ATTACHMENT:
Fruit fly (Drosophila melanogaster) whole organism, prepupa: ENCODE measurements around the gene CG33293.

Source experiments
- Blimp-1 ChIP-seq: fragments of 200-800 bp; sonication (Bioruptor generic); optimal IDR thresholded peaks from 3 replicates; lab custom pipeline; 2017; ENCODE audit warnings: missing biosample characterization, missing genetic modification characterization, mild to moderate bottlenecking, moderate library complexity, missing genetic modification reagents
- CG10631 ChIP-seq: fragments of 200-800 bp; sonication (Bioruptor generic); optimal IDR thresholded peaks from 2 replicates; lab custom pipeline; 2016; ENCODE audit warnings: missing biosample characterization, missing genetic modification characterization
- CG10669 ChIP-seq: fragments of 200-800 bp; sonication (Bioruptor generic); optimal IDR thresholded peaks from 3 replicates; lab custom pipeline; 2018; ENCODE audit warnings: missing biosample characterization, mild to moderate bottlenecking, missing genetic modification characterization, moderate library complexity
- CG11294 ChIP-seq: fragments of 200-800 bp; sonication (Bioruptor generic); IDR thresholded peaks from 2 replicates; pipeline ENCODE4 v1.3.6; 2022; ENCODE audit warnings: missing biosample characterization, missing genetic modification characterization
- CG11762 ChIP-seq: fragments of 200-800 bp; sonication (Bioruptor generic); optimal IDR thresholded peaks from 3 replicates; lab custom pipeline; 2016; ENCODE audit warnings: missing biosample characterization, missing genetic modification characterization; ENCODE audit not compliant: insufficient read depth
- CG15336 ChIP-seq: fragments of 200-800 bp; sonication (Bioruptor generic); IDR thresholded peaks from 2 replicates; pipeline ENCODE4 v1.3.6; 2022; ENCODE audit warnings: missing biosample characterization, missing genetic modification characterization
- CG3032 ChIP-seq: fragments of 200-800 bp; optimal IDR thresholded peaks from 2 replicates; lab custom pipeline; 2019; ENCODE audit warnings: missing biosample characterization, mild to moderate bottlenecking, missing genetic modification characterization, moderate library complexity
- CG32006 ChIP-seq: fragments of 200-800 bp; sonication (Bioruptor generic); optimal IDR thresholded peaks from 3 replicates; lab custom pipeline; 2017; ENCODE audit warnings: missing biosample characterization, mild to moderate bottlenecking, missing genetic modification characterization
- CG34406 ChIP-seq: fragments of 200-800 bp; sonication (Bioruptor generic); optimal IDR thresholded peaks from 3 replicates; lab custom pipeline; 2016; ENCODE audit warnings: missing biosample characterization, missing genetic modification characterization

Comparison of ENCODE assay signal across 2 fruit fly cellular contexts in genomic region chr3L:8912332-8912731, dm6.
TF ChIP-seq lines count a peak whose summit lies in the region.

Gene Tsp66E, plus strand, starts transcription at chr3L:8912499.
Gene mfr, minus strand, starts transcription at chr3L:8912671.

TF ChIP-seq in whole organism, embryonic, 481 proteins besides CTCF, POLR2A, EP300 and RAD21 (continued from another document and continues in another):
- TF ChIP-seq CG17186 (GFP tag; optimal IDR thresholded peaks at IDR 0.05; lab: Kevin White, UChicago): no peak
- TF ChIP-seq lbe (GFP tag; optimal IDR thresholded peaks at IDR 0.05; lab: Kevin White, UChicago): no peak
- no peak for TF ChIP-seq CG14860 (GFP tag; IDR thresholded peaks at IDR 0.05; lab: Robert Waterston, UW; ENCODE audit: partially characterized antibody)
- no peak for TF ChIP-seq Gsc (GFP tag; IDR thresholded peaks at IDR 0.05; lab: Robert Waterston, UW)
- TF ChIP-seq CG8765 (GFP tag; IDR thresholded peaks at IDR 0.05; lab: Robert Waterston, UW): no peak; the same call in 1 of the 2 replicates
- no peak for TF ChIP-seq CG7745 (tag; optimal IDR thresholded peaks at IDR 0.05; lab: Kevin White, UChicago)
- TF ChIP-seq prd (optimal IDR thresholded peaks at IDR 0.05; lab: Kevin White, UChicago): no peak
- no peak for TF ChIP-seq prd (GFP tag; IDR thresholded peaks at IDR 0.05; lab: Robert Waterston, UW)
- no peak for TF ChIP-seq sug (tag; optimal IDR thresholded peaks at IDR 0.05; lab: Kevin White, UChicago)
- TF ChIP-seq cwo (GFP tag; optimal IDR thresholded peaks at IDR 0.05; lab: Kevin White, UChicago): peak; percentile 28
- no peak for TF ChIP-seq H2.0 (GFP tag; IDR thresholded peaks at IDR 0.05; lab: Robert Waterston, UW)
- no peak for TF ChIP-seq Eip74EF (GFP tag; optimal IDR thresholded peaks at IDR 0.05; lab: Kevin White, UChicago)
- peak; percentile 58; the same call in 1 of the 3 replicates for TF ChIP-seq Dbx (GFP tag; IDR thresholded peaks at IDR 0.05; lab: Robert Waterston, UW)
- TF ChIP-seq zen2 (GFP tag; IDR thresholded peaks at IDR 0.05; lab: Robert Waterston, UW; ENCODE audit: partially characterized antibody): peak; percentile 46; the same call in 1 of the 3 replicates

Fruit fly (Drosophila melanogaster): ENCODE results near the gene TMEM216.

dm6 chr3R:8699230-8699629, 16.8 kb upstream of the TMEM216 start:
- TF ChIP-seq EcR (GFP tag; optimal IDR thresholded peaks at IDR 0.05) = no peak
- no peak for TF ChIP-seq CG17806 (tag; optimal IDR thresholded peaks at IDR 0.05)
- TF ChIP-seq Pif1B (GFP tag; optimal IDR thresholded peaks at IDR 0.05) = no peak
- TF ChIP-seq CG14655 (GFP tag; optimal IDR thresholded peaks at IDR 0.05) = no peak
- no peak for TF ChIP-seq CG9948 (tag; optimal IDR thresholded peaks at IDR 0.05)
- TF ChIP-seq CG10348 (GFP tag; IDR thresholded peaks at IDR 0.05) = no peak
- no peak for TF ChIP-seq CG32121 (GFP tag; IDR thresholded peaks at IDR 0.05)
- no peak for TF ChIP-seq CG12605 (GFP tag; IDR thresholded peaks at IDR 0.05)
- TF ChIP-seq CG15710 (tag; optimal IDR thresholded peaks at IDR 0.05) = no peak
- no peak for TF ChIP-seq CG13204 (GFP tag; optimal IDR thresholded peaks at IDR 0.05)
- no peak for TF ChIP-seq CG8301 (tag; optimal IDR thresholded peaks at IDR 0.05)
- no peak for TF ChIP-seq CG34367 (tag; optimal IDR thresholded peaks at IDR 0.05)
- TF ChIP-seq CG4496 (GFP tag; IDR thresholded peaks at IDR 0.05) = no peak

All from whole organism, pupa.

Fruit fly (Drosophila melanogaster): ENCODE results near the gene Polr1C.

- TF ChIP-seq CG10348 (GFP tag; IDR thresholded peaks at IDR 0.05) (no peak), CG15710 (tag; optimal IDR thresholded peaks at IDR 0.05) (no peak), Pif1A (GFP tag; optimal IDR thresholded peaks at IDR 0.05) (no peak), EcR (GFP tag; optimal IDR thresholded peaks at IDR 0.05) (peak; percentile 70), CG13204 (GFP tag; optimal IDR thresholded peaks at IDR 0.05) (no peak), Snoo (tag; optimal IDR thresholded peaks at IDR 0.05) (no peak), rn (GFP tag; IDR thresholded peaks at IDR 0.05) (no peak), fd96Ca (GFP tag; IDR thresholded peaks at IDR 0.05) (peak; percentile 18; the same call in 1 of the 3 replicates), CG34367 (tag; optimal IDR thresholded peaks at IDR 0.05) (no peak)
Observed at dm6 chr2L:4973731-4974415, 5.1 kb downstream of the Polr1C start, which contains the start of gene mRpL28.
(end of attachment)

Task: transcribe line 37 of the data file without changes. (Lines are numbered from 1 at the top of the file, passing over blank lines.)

- no peak for TF ChIP-seq CG9948 (tag; optimal IDR thresholded peaks at IDR 0.05)